How to Serve the Church

 

1 Corinthians 12:18-26

18 But as it is, God arranged the members in the body, each one of them, as he chose. 19 If all were a single member, where would the body be? 20 As it is, there are many parts, yet one body. 21 The eye cannot say to the hand, "I have no need of you," nor again the head to the feet, "I have no need of you." 22 On the contrary, the parts of the body that seem to be weaker are indispensable, 23 and on those parts of the body that we think less honorable we bestow the greater honor, and our unpresentable parts are treated with greater modesty, 24 which our more presentable parts do not require. But God has so composed the body, giving greater honor to the part that lacked it, 25 that there may be no division in the body, but that the members may have the same care for one another. 26 If one member suffers, all suffer together; if one member is honored, all rejoice together.

 

 

When I talk about serving the church with God-given talents and gifts, people oftentimes think too small. They picture the choir singer or the Sunday school teacher. But if they don't happen to be naturallly adept at singing or teaching, they give up.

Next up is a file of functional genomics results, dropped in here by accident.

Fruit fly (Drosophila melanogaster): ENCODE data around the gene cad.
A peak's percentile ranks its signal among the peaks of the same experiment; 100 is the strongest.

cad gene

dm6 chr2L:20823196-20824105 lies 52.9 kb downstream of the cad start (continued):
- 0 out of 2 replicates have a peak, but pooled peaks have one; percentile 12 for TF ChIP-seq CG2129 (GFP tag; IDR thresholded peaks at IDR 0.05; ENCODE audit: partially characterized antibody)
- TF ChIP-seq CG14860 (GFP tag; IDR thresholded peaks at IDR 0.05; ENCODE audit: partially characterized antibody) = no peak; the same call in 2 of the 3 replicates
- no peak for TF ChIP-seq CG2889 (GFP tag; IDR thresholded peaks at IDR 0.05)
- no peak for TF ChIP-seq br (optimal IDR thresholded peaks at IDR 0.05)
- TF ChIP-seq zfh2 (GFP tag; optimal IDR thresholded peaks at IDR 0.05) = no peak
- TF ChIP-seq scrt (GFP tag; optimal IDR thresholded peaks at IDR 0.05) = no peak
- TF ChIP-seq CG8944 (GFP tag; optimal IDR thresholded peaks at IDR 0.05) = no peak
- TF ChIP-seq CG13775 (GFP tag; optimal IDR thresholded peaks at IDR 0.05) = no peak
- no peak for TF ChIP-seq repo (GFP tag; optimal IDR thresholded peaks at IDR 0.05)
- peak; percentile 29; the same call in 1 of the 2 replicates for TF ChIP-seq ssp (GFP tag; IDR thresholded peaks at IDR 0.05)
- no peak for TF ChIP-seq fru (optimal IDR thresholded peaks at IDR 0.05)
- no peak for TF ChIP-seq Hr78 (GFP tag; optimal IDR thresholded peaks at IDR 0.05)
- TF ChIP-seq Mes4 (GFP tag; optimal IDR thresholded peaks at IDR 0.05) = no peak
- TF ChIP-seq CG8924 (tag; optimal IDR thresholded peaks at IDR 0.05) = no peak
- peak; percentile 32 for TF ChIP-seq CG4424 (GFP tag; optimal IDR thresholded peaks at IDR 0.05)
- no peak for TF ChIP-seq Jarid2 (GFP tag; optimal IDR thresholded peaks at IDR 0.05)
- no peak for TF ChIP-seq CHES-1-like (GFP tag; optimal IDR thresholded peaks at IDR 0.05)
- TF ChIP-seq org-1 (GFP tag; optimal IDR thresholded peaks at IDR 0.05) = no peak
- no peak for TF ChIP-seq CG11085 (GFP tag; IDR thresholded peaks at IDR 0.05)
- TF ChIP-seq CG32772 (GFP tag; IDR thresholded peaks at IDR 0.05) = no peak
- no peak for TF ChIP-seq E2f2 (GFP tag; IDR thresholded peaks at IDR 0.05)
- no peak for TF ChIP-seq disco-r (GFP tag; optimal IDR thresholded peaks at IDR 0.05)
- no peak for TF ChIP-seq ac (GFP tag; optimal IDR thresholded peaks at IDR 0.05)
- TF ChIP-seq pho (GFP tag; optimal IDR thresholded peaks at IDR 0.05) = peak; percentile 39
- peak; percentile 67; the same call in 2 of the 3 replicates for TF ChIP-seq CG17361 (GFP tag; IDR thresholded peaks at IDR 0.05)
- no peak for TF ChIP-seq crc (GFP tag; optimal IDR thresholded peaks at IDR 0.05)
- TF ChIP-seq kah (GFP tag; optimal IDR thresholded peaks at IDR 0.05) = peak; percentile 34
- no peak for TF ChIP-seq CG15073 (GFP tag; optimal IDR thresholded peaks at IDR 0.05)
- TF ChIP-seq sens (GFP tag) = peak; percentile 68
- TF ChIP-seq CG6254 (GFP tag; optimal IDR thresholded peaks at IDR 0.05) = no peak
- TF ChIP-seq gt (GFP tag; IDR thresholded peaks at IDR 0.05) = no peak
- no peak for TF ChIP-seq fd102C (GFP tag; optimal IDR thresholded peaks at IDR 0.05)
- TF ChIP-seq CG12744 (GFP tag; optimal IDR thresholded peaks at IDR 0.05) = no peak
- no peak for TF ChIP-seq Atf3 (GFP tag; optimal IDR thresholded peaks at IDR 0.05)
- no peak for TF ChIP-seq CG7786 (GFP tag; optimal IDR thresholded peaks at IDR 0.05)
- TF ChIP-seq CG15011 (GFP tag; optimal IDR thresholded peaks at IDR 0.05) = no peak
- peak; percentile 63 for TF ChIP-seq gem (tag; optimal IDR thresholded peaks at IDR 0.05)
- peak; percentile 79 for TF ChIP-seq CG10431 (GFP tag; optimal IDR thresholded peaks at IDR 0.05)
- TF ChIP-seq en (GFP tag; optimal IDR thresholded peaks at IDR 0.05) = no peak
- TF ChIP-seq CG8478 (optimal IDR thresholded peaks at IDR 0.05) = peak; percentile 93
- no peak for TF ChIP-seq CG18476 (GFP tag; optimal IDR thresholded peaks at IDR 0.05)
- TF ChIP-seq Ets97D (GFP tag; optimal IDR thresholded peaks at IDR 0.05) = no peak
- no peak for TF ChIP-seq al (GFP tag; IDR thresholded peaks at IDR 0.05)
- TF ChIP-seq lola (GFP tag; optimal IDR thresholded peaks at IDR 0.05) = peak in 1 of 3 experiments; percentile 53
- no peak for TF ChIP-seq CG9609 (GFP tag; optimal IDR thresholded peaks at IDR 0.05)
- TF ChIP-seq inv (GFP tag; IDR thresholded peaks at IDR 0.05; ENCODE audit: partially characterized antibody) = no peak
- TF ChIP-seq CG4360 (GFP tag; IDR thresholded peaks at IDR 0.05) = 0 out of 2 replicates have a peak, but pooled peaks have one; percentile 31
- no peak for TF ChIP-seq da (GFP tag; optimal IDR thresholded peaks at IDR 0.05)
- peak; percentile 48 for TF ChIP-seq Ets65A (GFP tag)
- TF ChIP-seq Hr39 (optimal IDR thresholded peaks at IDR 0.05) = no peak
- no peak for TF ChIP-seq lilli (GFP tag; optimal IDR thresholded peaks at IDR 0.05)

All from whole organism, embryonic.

It's time we stop thinking in terms of a "Sunday only" establishment. The church is not a place or a time; it is a body of believers, each one uniquely gifted by God to guide, help, challenge, and support the rest. In fact, most service to the Lord doesn't take place inside the church building. It happens out in the world, where we do all the things that Scripture commands.

Most believers are not in a position to influence a lot of people. When we act or speak, only those closest to us notice, but a chain reaction ripples outward to affect an entire community. Paul's metaphor of body parts working together harmoniously is a helpful description of how one small action can have a widespread impact. Consider the way tensing your big toe keeps your foot stable and thereby steadies your whole body. In the same way, a gentle rebuke, a listening ear, or a loving deed benefits the church by strengthening one brother or sister, who then supports another...

 

We are on this earth to serve the kingdom of God and His church. And we do that by ministering to each other in small ways that steady the whole body as we give extra support to one member. In talking about such service, I am challenging you to find a need that God can meet through you.